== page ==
I was driving my sixteen-year-old son into Williamsburg tonight (actually, being driven by him, a different and altogether more terrifying experience) when I heard this story on Marketplace:
KAI RYSSDAL: Last year, we reported, along with ProPublica, on some of the high-pressure recruiting tactics that are being used at for-profit colleges, like at the biggest one, the University of Phoenix.
BRANDON BURKE: One thing we would be told to do is call up a student who was on the fence and say, “All right, I’ve only got one seat left. I need to know right now if you need me to save this for you.” Well, that wasn’t true.
It turns out the federal government been looking into recruiting and student debt loads at some of those for-profit schools as well.
Oddly enough, I had just spent a frustrating hour on the University of Phoenix website, trying to figure out how to garner a little more information on its offerings without actually registering for a “Would you like more information?” sales pitch. (More on that shortly.) I’d also paid virtual visits to Kaplan University, Ashford University, Westwood University, FloridaTechOnline, and a handful of others.
There were two reasons for this–I was looking for a meteorology course for my thirteen-year-old and was striking out on the high school level, so I thought I’d try introductory college courses instead. (Not much luck, incidentally, so if you have suggestions, please post them.) Also, I’d just the previous week given my Preparing for College workshop in Richmond–and had fielded a bunch of inquiries later about online college. Wasn’t this a great option for home educators? Isn’t it a natural extension of the home education experience?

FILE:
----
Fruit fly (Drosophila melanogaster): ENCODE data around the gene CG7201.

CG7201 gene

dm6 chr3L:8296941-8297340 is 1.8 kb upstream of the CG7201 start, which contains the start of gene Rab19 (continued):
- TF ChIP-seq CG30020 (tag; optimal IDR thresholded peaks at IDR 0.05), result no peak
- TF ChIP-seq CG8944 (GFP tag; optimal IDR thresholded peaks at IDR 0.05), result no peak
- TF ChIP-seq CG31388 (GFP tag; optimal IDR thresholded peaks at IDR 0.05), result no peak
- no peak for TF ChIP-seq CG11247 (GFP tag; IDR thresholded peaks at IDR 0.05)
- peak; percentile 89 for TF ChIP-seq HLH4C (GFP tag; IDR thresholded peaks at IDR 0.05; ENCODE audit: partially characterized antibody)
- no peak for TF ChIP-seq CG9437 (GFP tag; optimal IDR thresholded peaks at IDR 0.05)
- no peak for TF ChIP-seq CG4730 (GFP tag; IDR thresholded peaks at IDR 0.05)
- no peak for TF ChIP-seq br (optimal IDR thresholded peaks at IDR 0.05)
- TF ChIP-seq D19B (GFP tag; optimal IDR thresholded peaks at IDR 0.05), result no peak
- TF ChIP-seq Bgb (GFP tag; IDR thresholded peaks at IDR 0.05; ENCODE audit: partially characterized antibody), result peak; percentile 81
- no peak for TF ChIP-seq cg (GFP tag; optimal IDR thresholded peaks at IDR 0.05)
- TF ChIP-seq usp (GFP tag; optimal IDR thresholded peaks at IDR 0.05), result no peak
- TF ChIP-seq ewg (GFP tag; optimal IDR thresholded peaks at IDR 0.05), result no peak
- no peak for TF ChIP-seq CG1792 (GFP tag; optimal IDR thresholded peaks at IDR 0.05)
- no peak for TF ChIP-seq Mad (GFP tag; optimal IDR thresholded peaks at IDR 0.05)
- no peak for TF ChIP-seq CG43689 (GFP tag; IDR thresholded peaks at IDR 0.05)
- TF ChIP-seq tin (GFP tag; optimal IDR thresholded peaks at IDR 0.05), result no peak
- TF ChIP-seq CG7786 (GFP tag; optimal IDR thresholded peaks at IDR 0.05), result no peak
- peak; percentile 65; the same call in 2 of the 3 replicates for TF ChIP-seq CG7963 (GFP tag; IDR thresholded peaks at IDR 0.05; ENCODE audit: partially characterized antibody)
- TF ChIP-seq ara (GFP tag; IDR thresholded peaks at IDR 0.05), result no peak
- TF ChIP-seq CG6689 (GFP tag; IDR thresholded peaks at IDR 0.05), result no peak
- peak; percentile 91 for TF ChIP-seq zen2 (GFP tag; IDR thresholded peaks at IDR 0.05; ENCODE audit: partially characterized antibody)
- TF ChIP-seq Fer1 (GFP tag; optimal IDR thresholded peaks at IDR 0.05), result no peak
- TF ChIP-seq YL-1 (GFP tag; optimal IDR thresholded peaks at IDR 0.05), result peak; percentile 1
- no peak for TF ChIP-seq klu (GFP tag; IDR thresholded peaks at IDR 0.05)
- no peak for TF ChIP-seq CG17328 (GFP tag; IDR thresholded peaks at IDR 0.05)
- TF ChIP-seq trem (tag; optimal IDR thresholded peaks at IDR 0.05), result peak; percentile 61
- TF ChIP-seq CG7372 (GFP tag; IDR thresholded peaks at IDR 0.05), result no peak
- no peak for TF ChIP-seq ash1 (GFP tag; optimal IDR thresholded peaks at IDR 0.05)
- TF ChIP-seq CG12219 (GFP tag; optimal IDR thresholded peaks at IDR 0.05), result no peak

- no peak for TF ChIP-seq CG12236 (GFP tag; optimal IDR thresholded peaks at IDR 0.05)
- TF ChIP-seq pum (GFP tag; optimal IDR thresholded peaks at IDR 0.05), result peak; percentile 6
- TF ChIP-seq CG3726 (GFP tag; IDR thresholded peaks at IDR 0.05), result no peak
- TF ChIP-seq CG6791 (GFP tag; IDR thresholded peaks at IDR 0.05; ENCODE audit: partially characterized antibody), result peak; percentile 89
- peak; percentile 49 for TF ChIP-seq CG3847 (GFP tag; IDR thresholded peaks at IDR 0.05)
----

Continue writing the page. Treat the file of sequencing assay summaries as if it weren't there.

I’m not anti-technology in the slightest. I am the proud owner of four websites, three Macs, two blogs, and a Kindle. But I’m not a fan of the online college option. There are six pieces of advice I’d give to anyone considering online higher education, and if you take them I think you’re likely to decide against this option for your high school senior.
1. Look for accreditation.
Any online school that takes tuition in exchange for college credit should be accredited through Middle States, the Southern Association, the Western Association, or another of the six regional accreditation associations.
Not all bricks-and-mortar schools that recruit home schoolers are accredited either, but I’d make this an absolute non-negotiable if I were picking a school for my kid.
Why does accreditation matter? aren’t we educational rebels, after all?
Not when I’m writing a check for $10,000+, I’m not. I’m sure great education can happen in unaccredited classrooms, but if I’m shelling out that amount of tuition, I want my kid to have a fighting chance of transferring those credits or attending grad school–and that’s not going to happen with an unaccredited transcript.
2. Distinguish for-profit schools from online branches of established universities.